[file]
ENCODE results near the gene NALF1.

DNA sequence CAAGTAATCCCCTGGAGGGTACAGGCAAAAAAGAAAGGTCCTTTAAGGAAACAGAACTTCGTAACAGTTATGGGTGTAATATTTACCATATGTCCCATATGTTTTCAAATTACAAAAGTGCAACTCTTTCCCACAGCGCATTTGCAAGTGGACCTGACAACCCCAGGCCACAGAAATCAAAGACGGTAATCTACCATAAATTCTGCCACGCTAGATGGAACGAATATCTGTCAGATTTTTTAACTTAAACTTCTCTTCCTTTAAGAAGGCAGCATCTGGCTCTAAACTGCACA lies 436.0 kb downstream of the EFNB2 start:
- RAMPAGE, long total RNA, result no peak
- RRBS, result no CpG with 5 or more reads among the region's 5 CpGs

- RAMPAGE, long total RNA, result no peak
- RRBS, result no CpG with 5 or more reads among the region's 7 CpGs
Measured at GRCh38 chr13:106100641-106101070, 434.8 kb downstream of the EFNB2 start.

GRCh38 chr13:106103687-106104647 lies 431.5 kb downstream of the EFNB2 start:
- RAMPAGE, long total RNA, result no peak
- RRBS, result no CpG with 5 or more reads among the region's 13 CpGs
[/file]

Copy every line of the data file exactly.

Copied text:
ENCODE results near the gene NALF1.

DNA sequence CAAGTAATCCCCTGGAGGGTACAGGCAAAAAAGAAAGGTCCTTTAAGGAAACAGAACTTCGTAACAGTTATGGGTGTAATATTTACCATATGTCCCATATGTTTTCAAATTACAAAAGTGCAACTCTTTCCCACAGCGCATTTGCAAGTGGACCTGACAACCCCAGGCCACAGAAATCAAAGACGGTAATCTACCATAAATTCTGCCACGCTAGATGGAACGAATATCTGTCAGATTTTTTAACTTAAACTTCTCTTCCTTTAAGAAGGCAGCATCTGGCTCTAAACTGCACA lies 436.0 kb downstream of the EFNB2 start:
- RAMPAGE, long total RNA, result no peak
- RRBS, result no CpG with 5 or more reads among the region's 5 CpGs

- RAMPAGE, long total RNA, result no peak
- RRBS, result no CpG with 5 or more reads among the region's 7 CpGs
Measured at GRCh38 chr13:106100641-106101070, 434.8 kb downstream of the EFNB2 start.

GRCh38 chr13:106103687-106104647 lies 431.5 kb downstream of the EFNB2 start:
- RAMPAGE, long total RNA, result no peak
- RRBS, result no CpG with 5 or more reads among the region's 13 CpGs